Let’s leapfrog?

And here we reach a crucial question: how should this innovation team be formed?

Several approaches exist.

The first emphasizes the personal skills of the team members. That’s why you can hear that the best way to staff your innovation team is to hire…innovative people. Great advice, of course, but unfortunately, with a limited practical value.

This is not to say, however, that more specific recommendations are completely lacking. Soren Kaplan, for example, suggests looking for these five qualities when recruiting new hires:

  • Leapfrogging mindset: a desire to view the world with the goal of changing it.
  • Complementary knowledge: possessing the knowledge and expertise that is complementary to yours.
  • Strategic relationships: bringing along a strong network of business partners.
  • Ambiguity tolerance: the ability to make decisions based on limited data.
  • Optimistic persistence: the ability to persist through the tough times.

I like these suggestions. But I suspect that most corporate HR departments, even equipped with advanced evaluation tests, will have trouble with finding enough candidates meeting such a high standard.

When a revolutionary meets a magic maker

Instead of paying attention to the skill sets of individual team members, the second approach emphasizes the need for their optimal mix. This approach specifically focuses on the functional roles each member of the team plays in the project. For example, Braden Kelley suggested that each innovation team should include nine innovation roles including these five:

  • Revolutionary: a team member generating and sharing ideas.
  • Connector: a team member bringing people together.
  • Customer Champion: a team member responsible for interactions with customers.
  • Magic Maker: a team member responsible for implementing novel ideas and solutions.
  • Evangelist: a team member creating a buzz about the project and its results within the organization.

(The other four roles are Conscript, Artist, Troubleshooter and Judge.)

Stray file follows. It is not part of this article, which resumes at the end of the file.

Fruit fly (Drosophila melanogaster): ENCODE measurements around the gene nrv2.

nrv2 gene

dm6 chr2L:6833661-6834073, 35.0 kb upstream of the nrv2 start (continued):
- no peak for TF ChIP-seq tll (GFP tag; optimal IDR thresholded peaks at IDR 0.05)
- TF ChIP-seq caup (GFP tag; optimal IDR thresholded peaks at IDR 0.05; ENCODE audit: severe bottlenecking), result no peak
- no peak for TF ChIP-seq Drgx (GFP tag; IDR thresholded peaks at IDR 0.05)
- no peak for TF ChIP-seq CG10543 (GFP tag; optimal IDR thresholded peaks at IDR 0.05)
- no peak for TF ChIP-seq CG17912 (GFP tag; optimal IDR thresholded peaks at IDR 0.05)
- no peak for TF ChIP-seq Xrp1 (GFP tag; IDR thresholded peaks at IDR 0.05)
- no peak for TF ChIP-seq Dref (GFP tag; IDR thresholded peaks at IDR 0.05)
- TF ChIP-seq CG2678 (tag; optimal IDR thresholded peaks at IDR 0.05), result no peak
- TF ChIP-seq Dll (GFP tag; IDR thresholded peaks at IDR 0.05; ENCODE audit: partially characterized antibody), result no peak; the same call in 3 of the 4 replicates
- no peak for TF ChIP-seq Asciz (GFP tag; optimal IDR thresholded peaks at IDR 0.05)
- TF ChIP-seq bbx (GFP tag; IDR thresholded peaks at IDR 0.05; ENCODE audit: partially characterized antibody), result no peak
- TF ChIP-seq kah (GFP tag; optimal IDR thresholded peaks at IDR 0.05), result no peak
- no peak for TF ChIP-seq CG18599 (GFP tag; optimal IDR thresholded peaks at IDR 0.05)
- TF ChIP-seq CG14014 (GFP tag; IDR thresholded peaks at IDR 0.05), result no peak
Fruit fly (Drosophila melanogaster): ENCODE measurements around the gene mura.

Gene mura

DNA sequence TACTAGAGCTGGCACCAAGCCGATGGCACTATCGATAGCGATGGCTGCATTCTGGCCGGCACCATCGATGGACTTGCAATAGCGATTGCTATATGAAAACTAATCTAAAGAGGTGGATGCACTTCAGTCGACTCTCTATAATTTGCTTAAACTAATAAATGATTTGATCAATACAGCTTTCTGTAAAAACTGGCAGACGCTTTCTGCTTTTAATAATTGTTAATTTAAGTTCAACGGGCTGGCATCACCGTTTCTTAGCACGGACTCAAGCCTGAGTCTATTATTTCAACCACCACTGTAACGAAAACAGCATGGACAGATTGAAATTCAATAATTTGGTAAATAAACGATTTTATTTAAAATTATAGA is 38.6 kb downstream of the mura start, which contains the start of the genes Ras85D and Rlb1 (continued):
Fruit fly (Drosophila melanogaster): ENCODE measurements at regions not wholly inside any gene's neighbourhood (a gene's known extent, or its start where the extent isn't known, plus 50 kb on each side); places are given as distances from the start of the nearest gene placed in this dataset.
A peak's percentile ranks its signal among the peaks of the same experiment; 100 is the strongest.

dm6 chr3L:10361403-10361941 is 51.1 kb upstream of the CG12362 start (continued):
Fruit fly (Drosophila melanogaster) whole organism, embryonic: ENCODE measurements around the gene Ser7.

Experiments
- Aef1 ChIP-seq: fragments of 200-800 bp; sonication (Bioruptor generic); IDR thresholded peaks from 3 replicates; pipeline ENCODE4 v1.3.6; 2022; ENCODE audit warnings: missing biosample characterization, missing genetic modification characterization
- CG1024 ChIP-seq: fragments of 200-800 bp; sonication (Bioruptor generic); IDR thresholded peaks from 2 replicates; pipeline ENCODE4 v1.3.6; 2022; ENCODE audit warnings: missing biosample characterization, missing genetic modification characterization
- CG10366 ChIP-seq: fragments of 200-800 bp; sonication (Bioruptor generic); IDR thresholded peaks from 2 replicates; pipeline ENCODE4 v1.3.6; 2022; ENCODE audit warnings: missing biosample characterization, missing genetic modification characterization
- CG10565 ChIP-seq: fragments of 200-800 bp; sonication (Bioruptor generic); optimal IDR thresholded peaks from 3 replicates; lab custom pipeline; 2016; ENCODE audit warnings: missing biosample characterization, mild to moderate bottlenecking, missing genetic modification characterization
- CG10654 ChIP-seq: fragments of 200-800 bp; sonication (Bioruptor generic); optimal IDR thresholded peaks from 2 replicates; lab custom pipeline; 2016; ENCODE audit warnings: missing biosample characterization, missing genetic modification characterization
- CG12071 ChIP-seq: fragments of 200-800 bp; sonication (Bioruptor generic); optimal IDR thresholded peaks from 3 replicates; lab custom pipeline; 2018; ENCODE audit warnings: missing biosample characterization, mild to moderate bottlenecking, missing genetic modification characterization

This approach is obviously more practical than the first. In fact, some firms have already adopted the spirit, if not the exact letter, of it by creating innovation joint task forces composed of representatives from different corporate units and functions: R&D, sales and marketing, customer service, finance, legal, etc.

Implicit in the formation of an innovation team composed of people from different corporate walks of life is a belief that this team can only be successful if it includes people with diverse professional expertise and experience.

In recent years, this concept of functional diversity was augmented by a growing body of evidence suggesting that socially diverse groups (i.e., those with a diversity of gender, race, ethnicity, and sexual orientation) are more innovative than socially homogeneous groups.

Research shows that socially diverse groups are better at solving complex problems not only because people with different backgrounds bring new information, but also because the mere presence of individuals with alternative viewpoints forces group members to work harder to sharpen their own arguments.

This is good news for HR managers in charge of creating innovation teams: in our rapidly globalizing workforce environment, bringing together people with diverse professional and social attributes is much easier than identifying individuals with a leapfrogging mindset or optimistic persistence.